10/100: Known as Fast Ethernet. 10/100 switches are capable of a maximum speed of 100MBps per port. The 10/100 part indicates that the ports can operate in 10BaseT mode (10MBps MAX), or 100BaseTX mode (100Mbps MAX).

10/100/1000: Known as Gigabit Ethernet: Shares the same capabilities, but has a max speed of 1GBps (1 Gigabit) per port.

A more recent standard, although becoming more common in the newest devices: 2.5GBps ports. You’ll find these on the newest desktops, as add-on cards/dongles and on the newest routers. These are normally marked as 2.5G. 2.5G Switches do exist, but they are insanely expensive (Expect to spend $200 on a simple 8 port 2.5 switch!)

WATCH OUT: Look at the ports if in doubt. If you only see 4 pins (instead of 8) in the socket, it’ll only do 10/100 speeds. Google the model of the switch as well. Avoid buying super cheap switches.

Ethernet Adapters: All ethernet ports use the common RJ-45 jacks, but there are different versions of Ethernet adapters:

  • Built-in: These are available on all desktop PCs built in the last 15+ years, and, while once common on laptops, are starting to disappear in order to make laptops much thinner.
  • Internal card: These come in the form of a PCI or PCI-e card (Much like a video card). These can be used to add an extra ethernet port if needed, or to upgrade from the existing built-in port (eg, adding a 1G or 2.5G port to a PC that only has a 10/100 built-in port). These only work on tower-style desktop PCs.
  • USB dongle: These are adapters that simply connect to an open USB port on your device. These come in both USB-A (large rectangle plug), and USB-C variants. The USB-C versions are commonly bundled in with multifunction dongles (such as ones that also include extra USB-A ports, card readers, HDMI port, etc). These work on any system, Laptop or Desktop, and can be set up easily by anyone. NOTE: If you buy a Gigabit USB adapter, make sure you connect this to a USB 3.0/3.1 port for maximum performance. (These are marked on your system with “SS” Most USB-C ports on desktops/laptops are 3.0 or 3.1). USB adapters are the most common form of external network adapter.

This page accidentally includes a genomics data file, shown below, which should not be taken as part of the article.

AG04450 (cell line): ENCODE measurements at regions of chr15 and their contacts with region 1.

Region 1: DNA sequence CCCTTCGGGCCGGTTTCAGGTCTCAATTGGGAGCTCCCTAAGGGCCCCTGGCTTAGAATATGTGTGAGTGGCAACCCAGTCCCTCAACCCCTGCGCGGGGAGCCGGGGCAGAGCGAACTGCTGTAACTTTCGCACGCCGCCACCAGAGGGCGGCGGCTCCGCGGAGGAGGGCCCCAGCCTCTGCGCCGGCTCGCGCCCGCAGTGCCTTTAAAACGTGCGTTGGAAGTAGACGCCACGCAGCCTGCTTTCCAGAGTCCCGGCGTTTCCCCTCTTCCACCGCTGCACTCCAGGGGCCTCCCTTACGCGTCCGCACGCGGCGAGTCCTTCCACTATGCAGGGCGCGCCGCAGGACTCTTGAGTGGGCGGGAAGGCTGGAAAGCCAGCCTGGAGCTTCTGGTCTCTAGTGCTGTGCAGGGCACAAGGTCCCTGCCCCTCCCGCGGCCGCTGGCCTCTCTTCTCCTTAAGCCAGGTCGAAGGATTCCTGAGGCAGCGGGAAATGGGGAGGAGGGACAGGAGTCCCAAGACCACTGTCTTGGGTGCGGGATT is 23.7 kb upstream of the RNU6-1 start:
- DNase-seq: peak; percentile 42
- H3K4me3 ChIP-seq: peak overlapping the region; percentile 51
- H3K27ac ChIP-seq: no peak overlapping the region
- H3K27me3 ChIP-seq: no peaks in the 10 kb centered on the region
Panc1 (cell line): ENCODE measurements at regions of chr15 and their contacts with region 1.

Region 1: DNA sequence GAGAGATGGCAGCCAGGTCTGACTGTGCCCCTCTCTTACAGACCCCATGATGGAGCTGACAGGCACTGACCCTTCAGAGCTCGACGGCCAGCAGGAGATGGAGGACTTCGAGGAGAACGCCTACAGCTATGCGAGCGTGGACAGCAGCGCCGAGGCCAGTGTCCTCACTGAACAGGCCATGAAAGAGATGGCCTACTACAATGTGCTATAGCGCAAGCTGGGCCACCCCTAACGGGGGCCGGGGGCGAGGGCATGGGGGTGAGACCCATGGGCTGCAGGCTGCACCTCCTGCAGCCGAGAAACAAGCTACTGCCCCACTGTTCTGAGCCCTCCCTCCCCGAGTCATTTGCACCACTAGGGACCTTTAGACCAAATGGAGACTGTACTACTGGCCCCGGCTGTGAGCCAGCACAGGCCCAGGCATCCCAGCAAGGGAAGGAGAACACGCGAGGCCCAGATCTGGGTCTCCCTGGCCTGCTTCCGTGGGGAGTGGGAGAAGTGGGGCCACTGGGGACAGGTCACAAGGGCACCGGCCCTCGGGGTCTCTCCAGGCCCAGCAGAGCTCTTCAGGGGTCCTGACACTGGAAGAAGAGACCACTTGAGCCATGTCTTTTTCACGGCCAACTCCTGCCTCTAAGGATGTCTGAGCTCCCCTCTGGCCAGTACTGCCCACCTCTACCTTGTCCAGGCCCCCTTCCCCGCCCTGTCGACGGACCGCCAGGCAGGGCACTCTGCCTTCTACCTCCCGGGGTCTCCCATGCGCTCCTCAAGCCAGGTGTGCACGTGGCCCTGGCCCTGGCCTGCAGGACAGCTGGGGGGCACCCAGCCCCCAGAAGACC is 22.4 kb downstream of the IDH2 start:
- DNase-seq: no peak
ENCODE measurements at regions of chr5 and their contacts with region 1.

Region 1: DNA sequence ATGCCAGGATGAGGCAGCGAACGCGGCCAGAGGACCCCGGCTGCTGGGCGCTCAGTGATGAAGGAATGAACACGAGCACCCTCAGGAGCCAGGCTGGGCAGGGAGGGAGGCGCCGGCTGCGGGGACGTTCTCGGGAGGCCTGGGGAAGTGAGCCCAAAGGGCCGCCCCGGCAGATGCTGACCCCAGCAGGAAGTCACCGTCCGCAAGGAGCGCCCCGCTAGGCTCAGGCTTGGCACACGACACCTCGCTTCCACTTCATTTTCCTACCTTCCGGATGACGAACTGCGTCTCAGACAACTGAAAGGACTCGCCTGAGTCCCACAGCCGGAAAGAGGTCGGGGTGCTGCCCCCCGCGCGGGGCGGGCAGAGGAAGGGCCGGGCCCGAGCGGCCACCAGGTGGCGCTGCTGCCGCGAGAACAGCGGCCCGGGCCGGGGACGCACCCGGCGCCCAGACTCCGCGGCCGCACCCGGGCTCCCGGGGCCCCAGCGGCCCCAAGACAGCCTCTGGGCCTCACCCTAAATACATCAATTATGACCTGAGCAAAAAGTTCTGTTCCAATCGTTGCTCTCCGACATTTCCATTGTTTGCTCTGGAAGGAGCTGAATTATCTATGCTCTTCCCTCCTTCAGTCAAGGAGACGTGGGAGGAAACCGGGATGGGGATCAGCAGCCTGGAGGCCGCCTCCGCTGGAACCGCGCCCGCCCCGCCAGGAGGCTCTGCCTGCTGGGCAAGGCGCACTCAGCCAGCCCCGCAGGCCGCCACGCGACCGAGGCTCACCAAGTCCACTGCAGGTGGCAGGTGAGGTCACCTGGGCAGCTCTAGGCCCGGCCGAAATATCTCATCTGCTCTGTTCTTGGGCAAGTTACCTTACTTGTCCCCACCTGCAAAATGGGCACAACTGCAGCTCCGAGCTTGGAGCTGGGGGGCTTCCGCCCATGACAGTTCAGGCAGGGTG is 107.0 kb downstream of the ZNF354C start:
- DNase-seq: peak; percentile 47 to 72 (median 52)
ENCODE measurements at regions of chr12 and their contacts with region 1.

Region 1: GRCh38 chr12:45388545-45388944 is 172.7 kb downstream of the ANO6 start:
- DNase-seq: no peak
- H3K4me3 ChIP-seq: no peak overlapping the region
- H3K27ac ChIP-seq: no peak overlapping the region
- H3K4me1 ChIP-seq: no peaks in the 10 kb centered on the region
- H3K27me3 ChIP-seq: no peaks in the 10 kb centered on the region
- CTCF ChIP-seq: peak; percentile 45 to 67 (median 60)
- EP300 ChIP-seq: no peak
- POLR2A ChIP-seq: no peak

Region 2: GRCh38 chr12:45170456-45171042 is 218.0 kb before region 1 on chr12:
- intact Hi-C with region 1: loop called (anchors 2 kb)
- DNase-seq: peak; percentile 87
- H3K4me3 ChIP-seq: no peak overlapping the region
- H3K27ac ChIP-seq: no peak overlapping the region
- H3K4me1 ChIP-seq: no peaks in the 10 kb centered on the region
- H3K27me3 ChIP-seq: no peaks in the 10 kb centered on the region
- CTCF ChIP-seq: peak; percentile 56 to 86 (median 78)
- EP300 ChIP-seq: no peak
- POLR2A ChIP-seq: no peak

Routers: Another extremely common network device. The router is your gateway to the internet, as well as it’s own small switch. The most common routers available bundle both Ethernet and wireless connectivity, while routers that are provided by your internet company also bundle the modem component into the router. Internet provider-owned routers are the most common ones in service today, as they are quick and simple to set up. Using a router can take a lot of the guesswork out of setting up a network! All you have to do here is connect your devices, and you’re all set! If you choose to use your own router and modem, you’ll need to familiarize yourself with a few things:

Modem types: There are currently 3 types of modem. Note that only ONE of these can be bought retail. The other two are usually provided by your internet provider:

  • Cable: This is what you need if you are using services from Xfinity, Spectrum, Mediacom, COX, etc. These can be bought online or in a store like Best Buy. The common types are DOCSIS 3.0 and 3.1. WATCH OUT: When choosing a modem, be sure you’re picking a modem that will work with the service level you are getting from your provider.
  • DSL: This is what you need if you are using services from CenturyLink, AT&T, Frontier, etc. This is usually provided by the internet service.
  • Fiber: This is what you need if you are using services from Quantum, AT&T UVerse, etc. This is provided and installed by your internet service.

Router types: All in one routers (Wired and Wi-Fi) are the standard go-to for everyone. Be sure to pick a router that will fit the needs of your business. Be prepared to spend as much as $200 on a high quality router, or even more on a business grade or enterprise grade router.

Business or Enterprise grade router? How is that different from any other? They differ in many ways, largely in terms of functionality. Business grade routers support extra features that consumer grade ones do not, such as a stronger firewall, VLAN functionality, Site-to-Site VPN, and dedicated VoIP (Phone) configurations. Enterprise grade routers come with these features, and other extras, such as external Wi-Fi access points, Power over Ethernet, Dual-WAN (internet) capabilities, LTE/5G failover and extreme levels of security. Many of these extra features require a license from the manufacturer of the router.

If you’re just starting out with getting a functional network for your business, and you don’t want to worry about what router or modem you need, Let your Internet service provide you with one. Take a count of how many devices you’ll be connecting, and how many are wired versus wireless. This will help you with choosing your equipment.

This has been the guide to basic network setup. Want to learn more? Stay tuned for the real juicy bits, aka Advanced networking!